to care: Who should I see? What tests should I have? How can I manage my cancer- and treatment-related symptoms? What services are available to help me and my family cope? Half of all men and one-third of women in the United States will develop cancer in their lifetime, so these are questions many of us will face. Today, 1 in 30 Americans has a history of cancer, and among those 65 and older, the figure is 1 in 7. A new paradigm of survivorship is emerging that addresses the needs of this group and the issues that face society in providing for them—for us, in the greater sense. This Institute of Medicine (IOM) report explores this new territory and offers a plan for moving ahead.

The committee’s report focuses on adult survivors of cancer during the phase of care that follows primary treatment and (1) examines the medical and psychosocial consequences of cancer and its treatment; (2) defines quality care for cancer survivors and strategies to achieve it; (3) explores social and economic hardships facing cancer survivors related to, for example, problems in insurance coverage and employment discrimination, and proposes policies to ameliorate such problems; and (4) describes how we can improve what we know about the quality of care and quality of life for cancer survivors and their families.

This study could hardly be better timed to ensure both public and policy attention. The committee’s report builds on a significant body of work. In particular, the President’s Cancer Panel concluded a series of public meetings and in June 2004 released its report, Living Beyond Cancer, with policy recommendations for consideration (President’s Cancer Panel, 2004). In addition, in April 2004 the Centers for Disease Control and Prevention (CDC) and the Lance Armstrong Foundation released A National Action Plan for Cancer Survivorship to advance public health strategies (CDC and LAF, 2004). Cancer has recently overtaken heart disease as the leading cause of death in the United States among those under age 85 (Jemal et al., 2005), and the public views cancer as the most important health problem facing the nation (Blendon et al., 2001). Consumer advocacy organizations have long been interested in improving the care provided to cancer patients and survivors (NCCS, 1996).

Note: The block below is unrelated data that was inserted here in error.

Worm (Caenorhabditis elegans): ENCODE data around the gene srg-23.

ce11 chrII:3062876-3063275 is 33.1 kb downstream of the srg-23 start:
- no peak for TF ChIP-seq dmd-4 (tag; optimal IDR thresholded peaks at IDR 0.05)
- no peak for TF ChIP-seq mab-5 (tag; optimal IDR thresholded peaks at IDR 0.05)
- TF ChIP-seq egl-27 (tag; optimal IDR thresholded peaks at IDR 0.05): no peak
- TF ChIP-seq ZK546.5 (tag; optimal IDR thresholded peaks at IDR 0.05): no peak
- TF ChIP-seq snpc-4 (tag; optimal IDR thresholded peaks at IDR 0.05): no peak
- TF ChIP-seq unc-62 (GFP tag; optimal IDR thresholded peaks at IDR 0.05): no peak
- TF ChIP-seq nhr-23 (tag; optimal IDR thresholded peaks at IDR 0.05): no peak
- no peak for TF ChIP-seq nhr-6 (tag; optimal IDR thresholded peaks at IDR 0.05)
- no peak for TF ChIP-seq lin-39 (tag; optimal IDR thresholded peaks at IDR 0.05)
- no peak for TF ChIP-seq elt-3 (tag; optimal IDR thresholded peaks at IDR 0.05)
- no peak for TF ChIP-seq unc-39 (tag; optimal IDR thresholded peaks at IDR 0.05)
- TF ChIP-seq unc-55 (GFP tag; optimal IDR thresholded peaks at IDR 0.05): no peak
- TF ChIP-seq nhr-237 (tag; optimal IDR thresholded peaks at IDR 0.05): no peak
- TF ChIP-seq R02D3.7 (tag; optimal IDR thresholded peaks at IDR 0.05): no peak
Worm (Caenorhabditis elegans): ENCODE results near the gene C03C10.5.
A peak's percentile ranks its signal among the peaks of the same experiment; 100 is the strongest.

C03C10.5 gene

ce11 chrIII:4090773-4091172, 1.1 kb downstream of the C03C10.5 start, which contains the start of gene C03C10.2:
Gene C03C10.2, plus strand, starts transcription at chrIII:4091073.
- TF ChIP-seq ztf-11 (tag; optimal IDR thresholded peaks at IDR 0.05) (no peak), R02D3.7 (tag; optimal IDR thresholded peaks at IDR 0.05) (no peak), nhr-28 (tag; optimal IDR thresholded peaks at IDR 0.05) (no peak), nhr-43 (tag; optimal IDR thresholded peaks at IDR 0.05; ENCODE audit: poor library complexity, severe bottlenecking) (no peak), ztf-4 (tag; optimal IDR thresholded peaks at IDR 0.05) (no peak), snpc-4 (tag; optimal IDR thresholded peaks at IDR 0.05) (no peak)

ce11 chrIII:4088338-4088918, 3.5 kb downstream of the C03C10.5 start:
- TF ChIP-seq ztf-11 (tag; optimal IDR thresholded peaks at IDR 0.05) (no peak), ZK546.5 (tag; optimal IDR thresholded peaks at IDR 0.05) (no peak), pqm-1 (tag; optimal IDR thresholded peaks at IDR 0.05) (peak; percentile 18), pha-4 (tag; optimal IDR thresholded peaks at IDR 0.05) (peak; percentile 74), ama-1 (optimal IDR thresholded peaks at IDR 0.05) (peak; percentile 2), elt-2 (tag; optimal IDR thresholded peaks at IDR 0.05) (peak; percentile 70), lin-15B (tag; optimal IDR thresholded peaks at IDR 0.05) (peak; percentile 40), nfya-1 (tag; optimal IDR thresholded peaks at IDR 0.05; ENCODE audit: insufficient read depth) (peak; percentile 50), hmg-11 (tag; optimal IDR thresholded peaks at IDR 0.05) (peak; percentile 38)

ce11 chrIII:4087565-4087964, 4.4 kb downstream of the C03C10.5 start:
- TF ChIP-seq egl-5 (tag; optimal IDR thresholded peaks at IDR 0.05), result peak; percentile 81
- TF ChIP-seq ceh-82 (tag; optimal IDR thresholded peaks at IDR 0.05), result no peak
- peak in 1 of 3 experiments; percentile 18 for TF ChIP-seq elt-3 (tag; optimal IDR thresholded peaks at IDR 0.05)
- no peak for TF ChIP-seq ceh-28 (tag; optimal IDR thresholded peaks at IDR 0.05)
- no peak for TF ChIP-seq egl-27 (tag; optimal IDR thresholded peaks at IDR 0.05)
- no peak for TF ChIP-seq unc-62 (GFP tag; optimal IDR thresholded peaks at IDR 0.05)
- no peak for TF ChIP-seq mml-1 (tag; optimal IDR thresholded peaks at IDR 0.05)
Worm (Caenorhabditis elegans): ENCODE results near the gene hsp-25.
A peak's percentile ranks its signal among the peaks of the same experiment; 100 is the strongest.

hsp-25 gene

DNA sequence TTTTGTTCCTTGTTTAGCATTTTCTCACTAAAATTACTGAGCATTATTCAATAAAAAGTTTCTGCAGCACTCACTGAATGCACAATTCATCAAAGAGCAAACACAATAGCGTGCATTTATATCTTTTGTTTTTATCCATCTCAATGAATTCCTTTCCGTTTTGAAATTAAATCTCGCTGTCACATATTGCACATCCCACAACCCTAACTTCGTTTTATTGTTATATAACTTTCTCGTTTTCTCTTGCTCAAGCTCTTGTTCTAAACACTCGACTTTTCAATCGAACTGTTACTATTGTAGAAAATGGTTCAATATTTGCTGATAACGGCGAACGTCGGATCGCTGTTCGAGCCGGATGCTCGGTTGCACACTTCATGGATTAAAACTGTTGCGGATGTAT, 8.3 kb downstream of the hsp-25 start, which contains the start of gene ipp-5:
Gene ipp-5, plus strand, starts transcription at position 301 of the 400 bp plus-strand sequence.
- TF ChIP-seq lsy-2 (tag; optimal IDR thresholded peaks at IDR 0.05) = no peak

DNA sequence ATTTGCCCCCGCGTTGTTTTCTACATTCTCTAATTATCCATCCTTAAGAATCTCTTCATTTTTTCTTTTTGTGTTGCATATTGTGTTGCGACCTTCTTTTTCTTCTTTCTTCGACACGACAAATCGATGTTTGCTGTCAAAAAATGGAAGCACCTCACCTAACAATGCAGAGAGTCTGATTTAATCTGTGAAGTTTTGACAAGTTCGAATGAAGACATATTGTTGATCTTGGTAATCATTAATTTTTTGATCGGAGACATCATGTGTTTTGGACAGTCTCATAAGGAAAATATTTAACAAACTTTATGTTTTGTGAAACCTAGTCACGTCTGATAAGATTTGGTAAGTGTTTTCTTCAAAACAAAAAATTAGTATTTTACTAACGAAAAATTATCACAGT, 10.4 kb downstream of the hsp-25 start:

ORIGINS OF THE STUDY

The idea to embark on a major study of cancer survivorship within the National Academies originated with the National Cancer Policy Board (NCPB). The NCPB was established in 1997 in the IOM and the National Research Council’s Division of Earth and Life Studies at the request of the National Cancer Institute (NCI), the National Institutes of Health, and the President’s Cancer Panel. The NCPB identified emerging policy issues in the nation’s effort to combat cancer, and prepared reports that address those



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